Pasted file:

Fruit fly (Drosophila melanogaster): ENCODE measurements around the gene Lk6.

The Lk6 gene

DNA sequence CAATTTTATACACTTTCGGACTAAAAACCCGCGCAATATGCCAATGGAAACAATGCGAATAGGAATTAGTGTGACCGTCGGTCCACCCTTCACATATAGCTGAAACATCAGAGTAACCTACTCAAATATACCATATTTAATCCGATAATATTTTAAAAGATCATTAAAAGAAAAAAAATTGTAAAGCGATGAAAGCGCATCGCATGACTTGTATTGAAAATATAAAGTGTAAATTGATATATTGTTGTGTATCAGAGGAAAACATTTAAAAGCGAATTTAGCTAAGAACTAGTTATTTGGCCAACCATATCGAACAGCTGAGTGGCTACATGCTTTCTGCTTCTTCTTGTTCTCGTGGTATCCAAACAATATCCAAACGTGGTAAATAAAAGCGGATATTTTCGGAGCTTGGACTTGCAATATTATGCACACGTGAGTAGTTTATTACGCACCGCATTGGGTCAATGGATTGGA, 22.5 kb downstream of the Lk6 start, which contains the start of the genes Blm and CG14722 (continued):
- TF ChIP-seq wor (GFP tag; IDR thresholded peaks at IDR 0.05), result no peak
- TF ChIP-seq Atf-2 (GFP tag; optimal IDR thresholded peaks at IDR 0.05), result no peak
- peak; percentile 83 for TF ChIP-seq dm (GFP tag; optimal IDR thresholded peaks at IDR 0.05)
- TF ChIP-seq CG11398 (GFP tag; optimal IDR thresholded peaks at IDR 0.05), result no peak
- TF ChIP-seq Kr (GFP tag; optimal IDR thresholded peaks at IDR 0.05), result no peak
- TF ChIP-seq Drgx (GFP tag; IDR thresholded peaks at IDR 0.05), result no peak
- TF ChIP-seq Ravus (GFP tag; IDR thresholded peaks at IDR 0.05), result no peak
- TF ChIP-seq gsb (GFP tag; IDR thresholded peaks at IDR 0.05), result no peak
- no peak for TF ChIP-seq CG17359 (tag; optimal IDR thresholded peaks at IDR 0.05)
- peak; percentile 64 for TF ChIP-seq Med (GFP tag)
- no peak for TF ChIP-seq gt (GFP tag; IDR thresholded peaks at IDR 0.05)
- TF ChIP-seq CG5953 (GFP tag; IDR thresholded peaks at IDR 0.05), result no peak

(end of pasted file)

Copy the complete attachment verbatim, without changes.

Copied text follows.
Fruit fly (Drosophila melanogaster): ENCODE measurements around the gene Lk6.

The Lk6 gene

DNA sequence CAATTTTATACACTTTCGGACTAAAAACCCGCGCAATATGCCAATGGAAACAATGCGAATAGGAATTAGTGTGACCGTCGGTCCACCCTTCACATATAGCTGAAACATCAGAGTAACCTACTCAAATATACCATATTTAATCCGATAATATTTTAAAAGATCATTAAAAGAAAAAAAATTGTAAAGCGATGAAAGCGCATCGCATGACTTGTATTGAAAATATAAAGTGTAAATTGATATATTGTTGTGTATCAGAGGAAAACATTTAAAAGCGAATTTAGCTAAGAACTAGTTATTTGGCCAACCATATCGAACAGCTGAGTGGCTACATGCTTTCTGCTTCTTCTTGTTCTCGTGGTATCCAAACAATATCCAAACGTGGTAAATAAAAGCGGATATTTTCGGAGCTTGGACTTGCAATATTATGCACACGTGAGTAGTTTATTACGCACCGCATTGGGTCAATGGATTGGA, 22.5 kb downstream of the Lk6 start, which contains the start of the genes Blm and CG14722 (continued):
- TF ChIP-seq wor (GFP tag; IDR thresholded peaks at IDR 0.05), result no peak
- TF ChIP-seq Atf-2 (GFP tag; optimal IDR thresholded peaks at IDR 0.05), result no peak
- peak; percentile 83 for TF ChIP-seq dm (GFP tag; optimal IDR thresholded peaks at IDR 0.05)
- TF ChIP-seq CG11398 (GFP tag; optimal IDR thresholded peaks at IDR 0.05), result no peak
- TF ChIP-seq Kr (GFP tag; optimal IDR thresholded peaks at IDR 0.05), result no peak
- TF ChIP-seq Drgx (GFP tag; IDR thresholded peaks at IDR 0.05), result no peak
- TF ChIP-seq Ravus (GFP tag; IDR thresholded peaks at IDR 0.05), result no peak
- TF ChIP-seq gsb (GFP tag; IDR thresholded peaks at IDR 0.05), result no peak
- no peak for TF ChIP-seq CG17359 (tag; optimal IDR thresholded peaks at IDR 0.05)
- peak; percentile 64 for TF ChIP-seq Med (GFP tag)
- no peak for TF ChIP-seq gt (GFP tag; IDR thresholded peaks at IDR 0.05)
- TF ChIP-seq CG5953 (GFP tag; IDR thresholded peaks at IDR 0.05), result no peak